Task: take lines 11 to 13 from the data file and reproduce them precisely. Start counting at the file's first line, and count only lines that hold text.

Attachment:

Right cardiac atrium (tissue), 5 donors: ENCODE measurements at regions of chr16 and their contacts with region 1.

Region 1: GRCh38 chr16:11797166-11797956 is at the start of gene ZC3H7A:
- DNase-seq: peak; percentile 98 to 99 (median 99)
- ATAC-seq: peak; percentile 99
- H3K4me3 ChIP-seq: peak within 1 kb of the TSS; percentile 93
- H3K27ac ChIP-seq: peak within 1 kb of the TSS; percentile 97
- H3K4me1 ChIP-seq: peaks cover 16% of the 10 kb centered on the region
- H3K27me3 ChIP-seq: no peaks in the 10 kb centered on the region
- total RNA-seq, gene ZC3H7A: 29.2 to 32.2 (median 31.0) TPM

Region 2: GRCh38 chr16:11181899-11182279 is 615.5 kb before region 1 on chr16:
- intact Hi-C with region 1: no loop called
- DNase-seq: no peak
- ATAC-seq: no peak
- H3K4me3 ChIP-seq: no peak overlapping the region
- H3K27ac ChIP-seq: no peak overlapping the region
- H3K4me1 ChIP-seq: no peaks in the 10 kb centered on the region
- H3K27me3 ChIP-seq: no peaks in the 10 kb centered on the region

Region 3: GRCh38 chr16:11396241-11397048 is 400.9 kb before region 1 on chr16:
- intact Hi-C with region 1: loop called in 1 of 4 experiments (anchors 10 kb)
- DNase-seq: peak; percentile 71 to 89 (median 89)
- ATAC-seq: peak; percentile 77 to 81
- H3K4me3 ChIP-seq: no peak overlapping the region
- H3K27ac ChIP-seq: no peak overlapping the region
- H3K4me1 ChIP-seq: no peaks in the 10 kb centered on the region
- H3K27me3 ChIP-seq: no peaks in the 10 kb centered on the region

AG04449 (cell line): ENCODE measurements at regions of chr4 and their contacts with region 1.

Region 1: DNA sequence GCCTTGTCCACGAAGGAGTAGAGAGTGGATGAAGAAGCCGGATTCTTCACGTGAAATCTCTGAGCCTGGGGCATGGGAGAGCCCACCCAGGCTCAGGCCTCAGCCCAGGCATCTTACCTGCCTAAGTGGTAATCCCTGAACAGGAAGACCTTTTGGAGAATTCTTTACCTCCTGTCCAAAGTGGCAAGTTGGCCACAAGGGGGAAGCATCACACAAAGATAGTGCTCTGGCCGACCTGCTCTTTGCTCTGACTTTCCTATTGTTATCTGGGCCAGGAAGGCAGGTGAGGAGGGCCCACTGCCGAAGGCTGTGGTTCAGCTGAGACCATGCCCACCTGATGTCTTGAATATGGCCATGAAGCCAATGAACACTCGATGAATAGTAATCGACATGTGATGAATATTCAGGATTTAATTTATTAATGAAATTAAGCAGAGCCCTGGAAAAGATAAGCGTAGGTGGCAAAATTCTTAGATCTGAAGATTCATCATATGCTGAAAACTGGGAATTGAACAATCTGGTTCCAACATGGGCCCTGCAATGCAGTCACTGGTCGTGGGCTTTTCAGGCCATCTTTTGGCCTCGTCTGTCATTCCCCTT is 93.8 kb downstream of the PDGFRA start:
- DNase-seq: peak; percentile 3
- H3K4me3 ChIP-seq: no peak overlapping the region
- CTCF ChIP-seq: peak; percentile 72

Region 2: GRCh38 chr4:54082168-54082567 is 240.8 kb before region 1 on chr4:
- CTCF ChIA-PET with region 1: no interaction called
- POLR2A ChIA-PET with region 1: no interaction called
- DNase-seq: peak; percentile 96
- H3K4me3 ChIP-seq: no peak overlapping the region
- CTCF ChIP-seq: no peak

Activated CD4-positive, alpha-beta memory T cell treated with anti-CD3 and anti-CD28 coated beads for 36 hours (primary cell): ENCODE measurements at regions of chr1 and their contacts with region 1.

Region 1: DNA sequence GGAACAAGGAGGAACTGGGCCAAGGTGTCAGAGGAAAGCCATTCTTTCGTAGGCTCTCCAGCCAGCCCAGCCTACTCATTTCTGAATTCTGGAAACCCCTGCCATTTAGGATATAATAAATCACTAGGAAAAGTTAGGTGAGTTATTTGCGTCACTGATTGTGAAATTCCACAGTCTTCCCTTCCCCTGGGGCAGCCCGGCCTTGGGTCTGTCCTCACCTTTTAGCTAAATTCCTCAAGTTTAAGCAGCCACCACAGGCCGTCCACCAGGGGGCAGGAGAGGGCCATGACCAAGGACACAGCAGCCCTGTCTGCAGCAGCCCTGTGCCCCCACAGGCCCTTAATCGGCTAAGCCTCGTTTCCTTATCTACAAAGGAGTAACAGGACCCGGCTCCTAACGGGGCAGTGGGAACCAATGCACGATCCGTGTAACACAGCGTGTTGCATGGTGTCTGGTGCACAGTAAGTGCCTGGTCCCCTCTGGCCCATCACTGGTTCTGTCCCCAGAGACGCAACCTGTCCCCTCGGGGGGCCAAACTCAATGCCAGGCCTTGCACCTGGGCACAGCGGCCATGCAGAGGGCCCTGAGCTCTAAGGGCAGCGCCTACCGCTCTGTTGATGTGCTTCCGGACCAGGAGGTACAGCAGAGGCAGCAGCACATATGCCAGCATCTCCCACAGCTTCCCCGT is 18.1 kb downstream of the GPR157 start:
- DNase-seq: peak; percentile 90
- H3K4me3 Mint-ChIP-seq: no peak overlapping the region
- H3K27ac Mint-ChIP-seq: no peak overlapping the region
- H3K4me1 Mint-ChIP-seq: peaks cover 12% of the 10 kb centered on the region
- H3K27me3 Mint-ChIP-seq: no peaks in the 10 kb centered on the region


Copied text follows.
- intact Hi-C with region 1: no loop called
- DNase-seq: no peak
- ATAC-seq: no peak